Nairobi – Troops from Sudan's north and south clashed on Wednesday in the disputed region of Abyei, as a southern military spokesman accused Khartoum of trying to expand the territory the north controls.
Casualties were reported after the clash near what southerners call the Kiir River, but southern spokesman Col. Philip Aguer said he didn't immediately have an exact casualty toll.
Abyei – a fertile land near oil fields – is the major flashpoint between the north and the south as the south prepares to secede and become the world's newest nation on 9 July.
Aguer said the northern troops tried to cross the river on Wednesday. A UN spokeswoman said there were conflicting reports indicating that either northern troops or southern troops tried to cross.
Violence has spiked ahead of the south's independence declaration, prompting US President Barack Obama on Tuesday to warn that leaders in the north and south "must live up to their responsibilities."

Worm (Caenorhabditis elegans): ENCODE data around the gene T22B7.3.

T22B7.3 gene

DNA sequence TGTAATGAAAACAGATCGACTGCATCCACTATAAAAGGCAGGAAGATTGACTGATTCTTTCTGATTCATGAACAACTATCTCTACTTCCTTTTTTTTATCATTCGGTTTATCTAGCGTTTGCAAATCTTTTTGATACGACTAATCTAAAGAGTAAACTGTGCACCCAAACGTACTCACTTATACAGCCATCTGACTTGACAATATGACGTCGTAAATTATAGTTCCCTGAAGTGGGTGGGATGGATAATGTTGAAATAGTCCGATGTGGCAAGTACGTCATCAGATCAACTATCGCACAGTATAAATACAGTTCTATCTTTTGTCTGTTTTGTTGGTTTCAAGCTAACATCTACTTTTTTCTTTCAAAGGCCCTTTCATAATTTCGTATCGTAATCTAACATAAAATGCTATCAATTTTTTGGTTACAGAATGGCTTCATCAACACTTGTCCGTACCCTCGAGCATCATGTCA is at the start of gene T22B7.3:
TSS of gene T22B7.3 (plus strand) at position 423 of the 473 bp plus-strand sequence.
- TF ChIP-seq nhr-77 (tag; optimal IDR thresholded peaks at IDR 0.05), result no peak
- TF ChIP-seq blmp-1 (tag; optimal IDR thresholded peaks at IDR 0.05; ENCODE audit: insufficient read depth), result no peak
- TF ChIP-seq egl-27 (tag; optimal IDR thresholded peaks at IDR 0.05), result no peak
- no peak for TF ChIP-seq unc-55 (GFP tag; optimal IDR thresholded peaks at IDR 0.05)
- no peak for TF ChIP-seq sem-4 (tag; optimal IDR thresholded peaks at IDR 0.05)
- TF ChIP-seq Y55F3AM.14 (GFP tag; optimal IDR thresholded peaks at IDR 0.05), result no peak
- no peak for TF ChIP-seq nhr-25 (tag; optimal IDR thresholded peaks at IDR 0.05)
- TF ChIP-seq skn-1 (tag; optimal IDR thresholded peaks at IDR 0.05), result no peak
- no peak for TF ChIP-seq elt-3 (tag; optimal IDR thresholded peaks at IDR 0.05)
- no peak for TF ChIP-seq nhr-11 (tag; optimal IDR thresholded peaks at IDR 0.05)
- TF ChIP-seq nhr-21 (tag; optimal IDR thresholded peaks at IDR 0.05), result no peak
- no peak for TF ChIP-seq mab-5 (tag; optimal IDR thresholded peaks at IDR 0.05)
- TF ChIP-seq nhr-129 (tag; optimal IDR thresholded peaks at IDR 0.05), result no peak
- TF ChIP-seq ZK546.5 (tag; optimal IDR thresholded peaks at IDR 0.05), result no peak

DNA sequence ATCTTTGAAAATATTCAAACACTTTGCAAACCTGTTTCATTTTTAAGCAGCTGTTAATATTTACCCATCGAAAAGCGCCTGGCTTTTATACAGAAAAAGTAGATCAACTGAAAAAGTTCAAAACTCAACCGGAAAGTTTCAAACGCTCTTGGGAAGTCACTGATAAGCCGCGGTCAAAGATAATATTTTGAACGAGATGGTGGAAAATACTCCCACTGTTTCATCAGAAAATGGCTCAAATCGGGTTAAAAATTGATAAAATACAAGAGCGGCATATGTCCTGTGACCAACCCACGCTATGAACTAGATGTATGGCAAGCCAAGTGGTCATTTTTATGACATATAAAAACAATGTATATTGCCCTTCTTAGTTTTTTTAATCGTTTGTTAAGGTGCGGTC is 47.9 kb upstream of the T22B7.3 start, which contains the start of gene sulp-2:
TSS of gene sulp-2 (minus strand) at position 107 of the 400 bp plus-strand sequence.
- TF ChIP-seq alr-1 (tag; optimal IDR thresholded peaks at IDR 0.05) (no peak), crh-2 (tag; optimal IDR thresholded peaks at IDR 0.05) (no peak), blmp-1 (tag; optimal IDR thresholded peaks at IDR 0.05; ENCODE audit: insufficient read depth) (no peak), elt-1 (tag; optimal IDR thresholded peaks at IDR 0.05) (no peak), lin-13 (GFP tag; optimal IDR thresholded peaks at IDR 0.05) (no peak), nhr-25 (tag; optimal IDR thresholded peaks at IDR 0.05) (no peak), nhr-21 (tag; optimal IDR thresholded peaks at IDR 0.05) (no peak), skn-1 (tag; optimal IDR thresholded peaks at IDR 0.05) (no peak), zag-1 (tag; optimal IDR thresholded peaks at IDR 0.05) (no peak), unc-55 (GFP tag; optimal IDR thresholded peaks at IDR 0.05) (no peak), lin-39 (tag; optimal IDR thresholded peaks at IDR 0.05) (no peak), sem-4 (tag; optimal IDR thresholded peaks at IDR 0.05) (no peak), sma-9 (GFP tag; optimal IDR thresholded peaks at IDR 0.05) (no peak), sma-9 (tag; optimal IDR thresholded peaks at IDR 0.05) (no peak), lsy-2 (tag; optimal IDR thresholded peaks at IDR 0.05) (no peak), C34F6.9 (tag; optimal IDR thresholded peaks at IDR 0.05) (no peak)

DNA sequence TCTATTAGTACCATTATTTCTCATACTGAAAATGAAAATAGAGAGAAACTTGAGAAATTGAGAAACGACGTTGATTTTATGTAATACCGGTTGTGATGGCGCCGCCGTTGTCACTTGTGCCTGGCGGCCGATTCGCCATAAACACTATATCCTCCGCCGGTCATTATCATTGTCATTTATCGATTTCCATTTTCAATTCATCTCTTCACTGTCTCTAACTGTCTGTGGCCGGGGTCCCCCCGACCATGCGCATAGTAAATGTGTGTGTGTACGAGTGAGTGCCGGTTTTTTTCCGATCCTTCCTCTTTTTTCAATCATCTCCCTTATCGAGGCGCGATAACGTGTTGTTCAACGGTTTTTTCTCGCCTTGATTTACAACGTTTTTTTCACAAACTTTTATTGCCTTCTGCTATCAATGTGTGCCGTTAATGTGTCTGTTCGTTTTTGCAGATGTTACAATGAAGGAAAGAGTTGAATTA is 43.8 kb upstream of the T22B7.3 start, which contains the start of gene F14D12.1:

Obama said the Khartoum-based government "must prevent a further escalation of this crisis by ceasing its military actions immediately, including aerial bombardments, forced displacements and campaigns of intimidation."
Wednesday's fighting in Abyei came a day after the northern military bombed the north-south border region of South Kordofan, including at least one bomb that landed near a UN outpost.
A UN spokeswoman, Hua Jiang, said 11 bombs were dropped in South Kordofan, five of which exploded. One bomb – caught in a vivid photograph – exploded near a UN airstrip.
"There have been some artillery shellings and small arms firing near Kadugli town and certainly the fighting since is moving closer to our headquarters in Kadugli," she said.
Jiang said 60,000 residents have been displaced by the violence, and that the UN is providing food and water to about 40,000 of them. However, the UN has been unable to fly in supplies for days.
The UN refugee agency UNHCR accused Sudan on Tuesday of blocking aid deliveries in South Kordofan. UNHCR said north Sudanese authorities have for almost a week blocked planes from landing at Kadugli, about 100 kilometers north of the provisional border. Militias allied with the north have also set up roadblocks in Kadugli to stop overland access, it said.
Jiang said Wednesday that a road was opened to the UN on Tuesday. She said the situation in the region remains "tense and unpredictable" but that there were not any reports of major clashes on Wednesday.